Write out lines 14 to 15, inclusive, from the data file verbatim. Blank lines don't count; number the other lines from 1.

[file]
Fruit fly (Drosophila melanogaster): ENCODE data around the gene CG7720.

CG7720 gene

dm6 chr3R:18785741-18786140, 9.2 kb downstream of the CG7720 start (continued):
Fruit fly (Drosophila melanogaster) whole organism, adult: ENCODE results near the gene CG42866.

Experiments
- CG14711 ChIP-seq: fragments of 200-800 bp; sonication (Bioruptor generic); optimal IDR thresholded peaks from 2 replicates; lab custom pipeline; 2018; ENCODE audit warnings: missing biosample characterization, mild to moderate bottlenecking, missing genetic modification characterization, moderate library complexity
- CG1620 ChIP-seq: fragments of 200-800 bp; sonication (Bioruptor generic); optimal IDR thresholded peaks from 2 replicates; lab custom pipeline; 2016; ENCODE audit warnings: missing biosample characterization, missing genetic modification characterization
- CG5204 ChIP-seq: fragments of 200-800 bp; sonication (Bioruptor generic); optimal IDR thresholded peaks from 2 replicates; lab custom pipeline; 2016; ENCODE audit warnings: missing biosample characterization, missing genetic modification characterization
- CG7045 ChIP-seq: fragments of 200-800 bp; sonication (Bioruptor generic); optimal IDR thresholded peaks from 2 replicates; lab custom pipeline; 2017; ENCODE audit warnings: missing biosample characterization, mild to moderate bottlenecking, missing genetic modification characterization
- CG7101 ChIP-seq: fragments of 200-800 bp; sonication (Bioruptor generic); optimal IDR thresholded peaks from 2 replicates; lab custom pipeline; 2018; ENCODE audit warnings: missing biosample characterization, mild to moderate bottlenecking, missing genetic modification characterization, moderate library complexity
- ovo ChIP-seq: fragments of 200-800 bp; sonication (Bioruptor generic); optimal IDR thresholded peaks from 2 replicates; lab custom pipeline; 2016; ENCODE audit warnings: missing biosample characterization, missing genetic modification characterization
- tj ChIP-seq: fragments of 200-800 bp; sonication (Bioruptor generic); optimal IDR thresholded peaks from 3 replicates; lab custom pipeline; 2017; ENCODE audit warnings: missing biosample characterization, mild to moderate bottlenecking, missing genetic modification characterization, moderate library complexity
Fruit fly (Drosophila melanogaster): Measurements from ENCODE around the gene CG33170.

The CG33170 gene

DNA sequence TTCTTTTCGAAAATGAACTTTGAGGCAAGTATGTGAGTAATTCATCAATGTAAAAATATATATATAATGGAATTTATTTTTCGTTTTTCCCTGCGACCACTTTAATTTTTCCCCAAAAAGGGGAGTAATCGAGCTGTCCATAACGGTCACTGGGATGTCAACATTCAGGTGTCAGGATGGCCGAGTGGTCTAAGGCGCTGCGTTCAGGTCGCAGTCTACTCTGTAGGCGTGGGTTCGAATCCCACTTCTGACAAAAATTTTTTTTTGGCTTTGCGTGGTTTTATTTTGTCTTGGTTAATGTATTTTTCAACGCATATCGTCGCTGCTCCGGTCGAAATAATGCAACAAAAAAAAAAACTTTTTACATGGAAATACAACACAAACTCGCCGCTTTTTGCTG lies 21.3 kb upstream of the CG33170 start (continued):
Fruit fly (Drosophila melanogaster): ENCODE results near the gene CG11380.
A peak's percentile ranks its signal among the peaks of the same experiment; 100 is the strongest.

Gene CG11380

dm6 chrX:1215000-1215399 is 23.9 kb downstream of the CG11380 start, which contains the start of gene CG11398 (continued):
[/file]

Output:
The CG33170 gene

DNA sequence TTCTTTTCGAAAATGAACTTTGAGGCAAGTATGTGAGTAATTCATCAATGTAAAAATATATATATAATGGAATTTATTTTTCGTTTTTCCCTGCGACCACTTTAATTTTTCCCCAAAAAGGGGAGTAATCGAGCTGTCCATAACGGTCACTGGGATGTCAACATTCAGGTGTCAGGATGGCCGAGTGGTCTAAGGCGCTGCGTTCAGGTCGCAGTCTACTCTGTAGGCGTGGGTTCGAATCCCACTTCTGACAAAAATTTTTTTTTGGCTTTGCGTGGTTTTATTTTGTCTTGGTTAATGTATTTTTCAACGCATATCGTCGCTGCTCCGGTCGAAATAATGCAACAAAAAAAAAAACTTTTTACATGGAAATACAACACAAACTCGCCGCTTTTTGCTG lies 21.3 kb upstream of the CG33170 start (continued):